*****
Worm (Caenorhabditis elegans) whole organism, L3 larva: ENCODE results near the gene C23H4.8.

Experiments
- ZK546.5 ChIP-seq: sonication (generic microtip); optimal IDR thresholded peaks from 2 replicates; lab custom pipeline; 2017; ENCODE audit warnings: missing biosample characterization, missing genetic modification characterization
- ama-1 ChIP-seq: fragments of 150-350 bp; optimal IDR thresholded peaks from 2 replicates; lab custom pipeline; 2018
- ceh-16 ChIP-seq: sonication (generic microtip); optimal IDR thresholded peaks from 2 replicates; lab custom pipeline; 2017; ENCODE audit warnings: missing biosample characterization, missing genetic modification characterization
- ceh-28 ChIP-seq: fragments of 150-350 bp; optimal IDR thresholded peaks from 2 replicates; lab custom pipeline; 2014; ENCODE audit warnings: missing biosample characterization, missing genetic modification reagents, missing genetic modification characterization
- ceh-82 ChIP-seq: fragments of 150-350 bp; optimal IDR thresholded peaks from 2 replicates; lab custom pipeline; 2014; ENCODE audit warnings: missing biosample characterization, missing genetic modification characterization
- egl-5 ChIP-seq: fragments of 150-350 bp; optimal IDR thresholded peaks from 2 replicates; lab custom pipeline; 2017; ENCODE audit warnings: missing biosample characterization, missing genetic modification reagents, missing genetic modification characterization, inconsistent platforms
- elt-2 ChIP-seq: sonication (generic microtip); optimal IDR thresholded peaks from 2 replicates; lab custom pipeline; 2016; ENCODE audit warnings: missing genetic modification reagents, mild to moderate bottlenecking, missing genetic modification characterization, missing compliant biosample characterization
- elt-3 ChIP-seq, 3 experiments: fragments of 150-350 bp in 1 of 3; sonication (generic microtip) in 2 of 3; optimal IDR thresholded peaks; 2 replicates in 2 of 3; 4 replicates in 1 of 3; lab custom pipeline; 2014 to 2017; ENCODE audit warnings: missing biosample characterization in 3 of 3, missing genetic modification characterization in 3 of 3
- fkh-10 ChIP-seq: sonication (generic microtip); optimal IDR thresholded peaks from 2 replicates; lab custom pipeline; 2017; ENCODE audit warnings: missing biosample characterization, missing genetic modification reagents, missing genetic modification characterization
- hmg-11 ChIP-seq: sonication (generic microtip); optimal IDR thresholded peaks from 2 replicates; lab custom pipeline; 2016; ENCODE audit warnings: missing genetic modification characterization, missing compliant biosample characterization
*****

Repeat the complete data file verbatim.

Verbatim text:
Worm (Caenorhabditis elegans) whole organism, L3 larva: ENCODE results near the gene C23H4.8.

Experiments
- ZK546.5 ChIP-seq: sonication (generic microtip); optimal IDR thresholded peaks from 2 replicates; lab custom pipeline; 2017; ENCODE audit warnings: missing biosample characterization, missing genetic modification characterization
- ama-1 ChIP-seq: fragments of 150-350 bp; optimal IDR thresholded peaks from 2 replicates; lab custom pipeline; 2018
- ceh-16 ChIP-seq: sonication (generic microtip); optimal IDR thresholded peaks from 2 replicates; lab custom pipeline; 2017; ENCODE audit warnings: missing biosample characterization, missing genetic modification characterization
- ceh-28 ChIP-seq: fragments of 150-350 bp; optimal IDR thresholded peaks from 2 replicates; lab custom pipeline; 2014; ENCODE audit warnings: missing biosample characterization, missing genetic modification reagents, missing genetic modification characterization
- ceh-82 ChIP-seq: fragments of 150-350 bp; optimal IDR thresholded peaks from 2 replicates; lab custom pipeline; 2014; ENCODE audit warnings: missing biosample characterization, missing genetic modification characterization
- egl-5 ChIP-seq: fragments of 150-350 bp; optimal IDR thresholded peaks from 2 replicates; lab custom pipeline; 2017; ENCODE audit warnings: missing biosample characterization, missing genetic modification reagents, missing genetic modification characterization, inconsistent platforms
- elt-2 ChIP-seq: sonication (generic microtip); optimal IDR thresholded peaks from 2 replicates; lab custom pipeline; 2016; ENCODE audit warnings: missing genetic modification reagents, mild to moderate bottlenecking, missing genetic modification characterization, missing compliant biosample characterization
- elt-3 ChIP-seq, 3 experiments: fragments of 150-350 bp in 1 of 3; sonication (generic microtip) in 2 of 3; optimal IDR thresholded peaks; 2 replicates in 2 of 3; 4 replicates in 1 of 3; lab custom pipeline; 2014 to 2017; ENCODE audit warnings: missing biosample characterization in 3 of 3, missing genetic modification characterization in 3 of 3
- fkh-10 ChIP-seq: sonication (generic microtip); optimal IDR thresholded peaks from 2 replicates; lab custom pipeline; 2017; ENCODE audit warnings: missing biosample characterization, missing genetic modification reagents, missing genetic modification characterization
- hmg-11 ChIP-seq: sonication (generic microtip); optimal IDR thresholded peaks from 2 replicates; lab custom pipeline; 2016; ENCODE audit warnings: missing genetic modification characterization, missing compliant biosample characterization